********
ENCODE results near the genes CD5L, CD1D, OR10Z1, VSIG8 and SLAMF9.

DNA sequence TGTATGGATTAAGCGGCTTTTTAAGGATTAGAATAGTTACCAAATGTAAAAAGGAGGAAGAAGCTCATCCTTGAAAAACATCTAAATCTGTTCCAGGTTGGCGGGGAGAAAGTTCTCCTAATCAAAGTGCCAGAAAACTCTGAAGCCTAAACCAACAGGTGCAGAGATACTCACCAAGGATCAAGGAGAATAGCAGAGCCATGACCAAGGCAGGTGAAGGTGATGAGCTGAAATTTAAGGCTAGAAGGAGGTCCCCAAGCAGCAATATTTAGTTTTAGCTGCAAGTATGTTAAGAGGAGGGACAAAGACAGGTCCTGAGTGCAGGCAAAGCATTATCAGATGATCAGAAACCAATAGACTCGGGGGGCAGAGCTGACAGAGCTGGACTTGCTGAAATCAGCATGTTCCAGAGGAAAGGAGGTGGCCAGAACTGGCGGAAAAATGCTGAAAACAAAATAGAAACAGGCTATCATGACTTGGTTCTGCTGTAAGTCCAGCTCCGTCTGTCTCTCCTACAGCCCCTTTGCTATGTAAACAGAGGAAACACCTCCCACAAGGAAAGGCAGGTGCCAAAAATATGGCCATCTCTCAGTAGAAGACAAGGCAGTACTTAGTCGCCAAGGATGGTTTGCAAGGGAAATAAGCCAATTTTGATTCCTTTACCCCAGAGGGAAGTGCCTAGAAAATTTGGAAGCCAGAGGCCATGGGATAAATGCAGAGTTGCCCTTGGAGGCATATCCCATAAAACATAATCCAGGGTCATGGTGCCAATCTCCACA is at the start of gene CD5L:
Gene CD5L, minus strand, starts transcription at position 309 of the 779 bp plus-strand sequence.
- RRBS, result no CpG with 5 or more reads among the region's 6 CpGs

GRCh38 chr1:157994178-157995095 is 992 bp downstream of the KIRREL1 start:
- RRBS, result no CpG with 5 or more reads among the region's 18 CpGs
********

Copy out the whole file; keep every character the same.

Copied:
ENCODE results near the genes CD5L, CD1D, OR10Z1, VSIG8 and SLAMF9.

DNA sequence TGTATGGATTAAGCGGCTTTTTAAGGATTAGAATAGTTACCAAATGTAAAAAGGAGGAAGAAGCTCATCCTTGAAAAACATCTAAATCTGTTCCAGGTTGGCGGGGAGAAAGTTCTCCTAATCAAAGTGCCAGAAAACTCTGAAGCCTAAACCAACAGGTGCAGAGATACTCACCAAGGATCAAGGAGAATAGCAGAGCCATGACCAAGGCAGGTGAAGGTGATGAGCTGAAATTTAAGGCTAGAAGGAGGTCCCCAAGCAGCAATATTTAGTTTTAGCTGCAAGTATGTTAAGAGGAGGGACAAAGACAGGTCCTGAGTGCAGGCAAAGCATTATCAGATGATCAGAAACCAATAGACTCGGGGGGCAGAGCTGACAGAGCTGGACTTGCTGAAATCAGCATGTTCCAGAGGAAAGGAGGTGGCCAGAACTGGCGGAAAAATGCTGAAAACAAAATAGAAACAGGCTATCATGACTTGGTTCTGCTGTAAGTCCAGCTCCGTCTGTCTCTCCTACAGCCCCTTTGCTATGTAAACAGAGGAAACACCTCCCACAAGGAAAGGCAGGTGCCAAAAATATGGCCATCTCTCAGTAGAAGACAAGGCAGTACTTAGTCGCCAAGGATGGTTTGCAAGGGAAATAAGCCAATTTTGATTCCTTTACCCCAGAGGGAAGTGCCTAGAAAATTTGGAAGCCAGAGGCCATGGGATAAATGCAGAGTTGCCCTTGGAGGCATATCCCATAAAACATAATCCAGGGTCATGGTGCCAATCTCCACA is at the start of gene CD5L:
Gene CD5L, minus strand, starts transcription at position 309 of the 779 bp plus-strand sequence.
- RRBS, result no CpG with 5 or more reads among the region's 6 CpGs

GRCh38 chr1:157994178-157995095 is 992 bp downstream of the KIRREL1 start:
- RRBS, result no CpG with 5 or more reads among the region's 18 CpGs